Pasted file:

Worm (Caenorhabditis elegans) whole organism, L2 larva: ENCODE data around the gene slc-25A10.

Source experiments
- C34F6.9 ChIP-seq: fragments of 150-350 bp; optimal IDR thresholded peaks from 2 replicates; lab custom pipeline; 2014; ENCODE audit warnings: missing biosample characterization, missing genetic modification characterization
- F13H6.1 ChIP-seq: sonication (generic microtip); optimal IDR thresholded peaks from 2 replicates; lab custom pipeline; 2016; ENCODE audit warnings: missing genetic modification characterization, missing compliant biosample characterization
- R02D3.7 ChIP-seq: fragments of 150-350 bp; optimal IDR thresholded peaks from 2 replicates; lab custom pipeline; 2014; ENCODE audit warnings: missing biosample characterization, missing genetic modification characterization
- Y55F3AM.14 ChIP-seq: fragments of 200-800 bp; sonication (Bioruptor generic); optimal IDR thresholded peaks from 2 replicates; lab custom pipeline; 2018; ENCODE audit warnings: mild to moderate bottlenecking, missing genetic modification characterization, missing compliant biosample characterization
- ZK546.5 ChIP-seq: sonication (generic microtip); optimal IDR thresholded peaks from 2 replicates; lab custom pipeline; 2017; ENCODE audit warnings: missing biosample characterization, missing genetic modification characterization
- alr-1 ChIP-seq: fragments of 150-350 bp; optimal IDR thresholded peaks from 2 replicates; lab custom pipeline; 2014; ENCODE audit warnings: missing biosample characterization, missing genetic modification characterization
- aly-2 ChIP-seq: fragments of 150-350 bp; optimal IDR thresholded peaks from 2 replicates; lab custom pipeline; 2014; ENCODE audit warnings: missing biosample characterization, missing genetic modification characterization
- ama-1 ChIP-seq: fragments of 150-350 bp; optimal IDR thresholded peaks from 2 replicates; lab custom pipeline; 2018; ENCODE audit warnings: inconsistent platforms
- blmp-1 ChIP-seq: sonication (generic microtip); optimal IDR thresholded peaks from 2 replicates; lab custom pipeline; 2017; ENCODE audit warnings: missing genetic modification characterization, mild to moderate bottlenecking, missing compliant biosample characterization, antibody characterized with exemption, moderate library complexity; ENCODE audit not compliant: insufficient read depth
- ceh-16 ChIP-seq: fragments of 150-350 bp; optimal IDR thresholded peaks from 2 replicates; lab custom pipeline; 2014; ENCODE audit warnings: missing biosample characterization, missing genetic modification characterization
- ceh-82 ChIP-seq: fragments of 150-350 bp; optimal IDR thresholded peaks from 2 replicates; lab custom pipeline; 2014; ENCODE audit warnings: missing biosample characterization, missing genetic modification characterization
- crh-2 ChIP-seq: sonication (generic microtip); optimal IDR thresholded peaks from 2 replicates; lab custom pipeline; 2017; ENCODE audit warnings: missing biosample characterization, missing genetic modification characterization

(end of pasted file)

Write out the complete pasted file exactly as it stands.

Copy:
Worm (Caenorhabditis elegans) whole organism, L2 larva: ENCODE data around the gene slc-25A10.

Source experiments
- C34F6.9 ChIP-seq: fragments of 150-350 bp; optimal IDR thresholded peaks from 2 replicates; lab custom pipeline; 2014; ENCODE audit warnings: missing biosample characterization, missing genetic modification characterization
- F13H6.1 ChIP-seq: sonication (generic microtip); optimal IDR thresholded peaks from 2 replicates; lab custom pipeline; 2016; ENCODE audit warnings: missing genetic modification characterization, missing compliant biosample characterization
- R02D3.7 ChIP-seq: fragments of 150-350 bp; optimal IDR thresholded peaks from 2 replicates; lab custom pipeline; 2014; ENCODE audit warnings: missing biosample characterization, missing genetic modification characterization
- Y55F3AM.14 ChIP-seq: fragments of 200-800 bp; sonication (Bioruptor generic); optimal IDR thresholded peaks from 2 replicates; lab custom pipeline; 2018; ENCODE audit warnings: mild to moderate bottlenecking, missing genetic modification characterization, missing compliant biosample characterization
- ZK546.5 ChIP-seq: sonication (generic microtip); optimal IDR thresholded peaks from 2 replicates; lab custom pipeline; 2017; ENCODE audit warnings: missing biosample characterization, missing genetic modification characterization
- alr-1 ChIP-seq: fragments of 150-350 bp; optimal IDR thresholded peaks from 2 replicates; lab custom pipeline; 2014; ENCODE audit warnings: missing biosample characterization, missing genetic modification characterization
- aly-2 ChIP-seq: fragments of 150-350 bp; optimal IDR thresholded peaks from 2 replicates; lab custom pipeline; 2014; ENCODE audit warnings: missing biosample characterization, missing genetic modification characterization
- ama-1 ChIP-seq: fragments of 150-350 bp; optimal IDR thresholded peaks from 2 replicates; lab custom pipeline; 2018; ENCODE audit warnings: inconsistent platforms
- blmp-1 ChIP-seq: sonication (generic microtip); optimal IDR thresholded peaks from 2 replicates; lab custom pipeline; 2017; ENCODE audit warnings: missing genetic modification characterization, mild to moderate bottlenecking, missing compliant biosample characterization, antibody characterized with exemption, moderate library complexity; ENCODE audit not compliant: insufficient read depth
- ceh-16 ChIP-seq: fragments of 150-350 bp; optimal IDR thresholded peaks from 2 replicates; lab custom pipeline; 2014; ENCODE audit warnings: missing biosample characterization, missing genetic modification characterization
- ceh-82 ChIP-seq: fragments of 150-350 bp; optimal IDR thresholded peaks from 2 replicates; lab custom pipeline; 2014; ENCODE audit warnings: missing biosample characterization, missing genetic modification characterization
- crh-2 ChIP-seq: sonication (generic microtip); optimal IDR thresholded peaks from 2 replicates; lab custom pipeline; 2017; ENCODE audit warnings: missing biosample characterization, missing genetic modification characterization